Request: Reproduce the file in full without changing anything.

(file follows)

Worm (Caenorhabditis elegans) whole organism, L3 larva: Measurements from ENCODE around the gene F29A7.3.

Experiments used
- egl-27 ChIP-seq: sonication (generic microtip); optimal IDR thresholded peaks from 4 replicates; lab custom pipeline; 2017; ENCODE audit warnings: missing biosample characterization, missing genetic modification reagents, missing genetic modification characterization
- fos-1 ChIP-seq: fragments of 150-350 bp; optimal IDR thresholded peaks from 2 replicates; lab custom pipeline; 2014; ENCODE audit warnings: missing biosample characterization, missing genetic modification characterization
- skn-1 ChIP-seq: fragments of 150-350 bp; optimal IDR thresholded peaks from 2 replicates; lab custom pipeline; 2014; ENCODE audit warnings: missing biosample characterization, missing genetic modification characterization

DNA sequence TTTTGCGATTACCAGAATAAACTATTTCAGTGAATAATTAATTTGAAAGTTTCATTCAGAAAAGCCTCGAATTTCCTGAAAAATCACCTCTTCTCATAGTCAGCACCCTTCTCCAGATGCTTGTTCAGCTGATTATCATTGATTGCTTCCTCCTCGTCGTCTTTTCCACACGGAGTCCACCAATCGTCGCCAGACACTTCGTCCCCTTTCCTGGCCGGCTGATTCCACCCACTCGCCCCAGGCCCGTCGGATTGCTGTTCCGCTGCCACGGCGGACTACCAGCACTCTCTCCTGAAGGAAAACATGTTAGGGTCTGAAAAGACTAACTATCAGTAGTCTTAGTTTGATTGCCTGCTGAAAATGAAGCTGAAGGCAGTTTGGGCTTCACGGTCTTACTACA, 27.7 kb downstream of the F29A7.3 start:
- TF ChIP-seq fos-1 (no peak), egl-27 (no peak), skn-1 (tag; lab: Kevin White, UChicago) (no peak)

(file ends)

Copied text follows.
Worm (Caenorhabditis elegans) whole organism, L3 larva: Measurements from ENCODE around the gene F29A7.3.

Experiments used
- egl-27 ChIP-seq: sonication (generic microtip); optimal IDR thresholded peaks from 4 replicates; lab custom pipeline; 2017; ENCODE audit warnings: missing biosample characterization, missing genetic modification reagents, missing genetic modification characterization
- fos-1 ChIP-seq: fragments of 150-350 bp; optimal IDR thresholded peaks from 2 replicates; lab custom pipeline; 2014; ENCODE audit warnings: missing biosample characterization, missing genetic modification characterization
- skn-1 ChIP-seq: fragments of 150-350 bp; optimal IDR thresholded peaks from 2 replicates; lab custom pipeline; 2014; ENCODE audit warnings: missing biosample characterization, missing genetic modification characterization

DNA sequence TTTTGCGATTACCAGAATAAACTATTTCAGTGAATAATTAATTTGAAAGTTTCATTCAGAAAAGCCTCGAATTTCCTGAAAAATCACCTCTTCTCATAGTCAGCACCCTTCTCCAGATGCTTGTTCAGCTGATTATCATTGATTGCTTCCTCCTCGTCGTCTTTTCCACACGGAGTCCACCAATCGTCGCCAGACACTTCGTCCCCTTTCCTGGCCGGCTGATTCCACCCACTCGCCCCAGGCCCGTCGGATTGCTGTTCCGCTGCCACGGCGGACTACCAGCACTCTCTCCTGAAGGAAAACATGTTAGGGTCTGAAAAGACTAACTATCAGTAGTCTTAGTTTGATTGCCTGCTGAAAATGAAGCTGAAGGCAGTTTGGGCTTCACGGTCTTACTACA, 27.7 kb downstream of the F29A7.3 start:
- TF ChIP-seq fos-1 (no peak), egl-27 (no peak), skn-1 (tag; lab: Kevin White, UChicago) (no peak)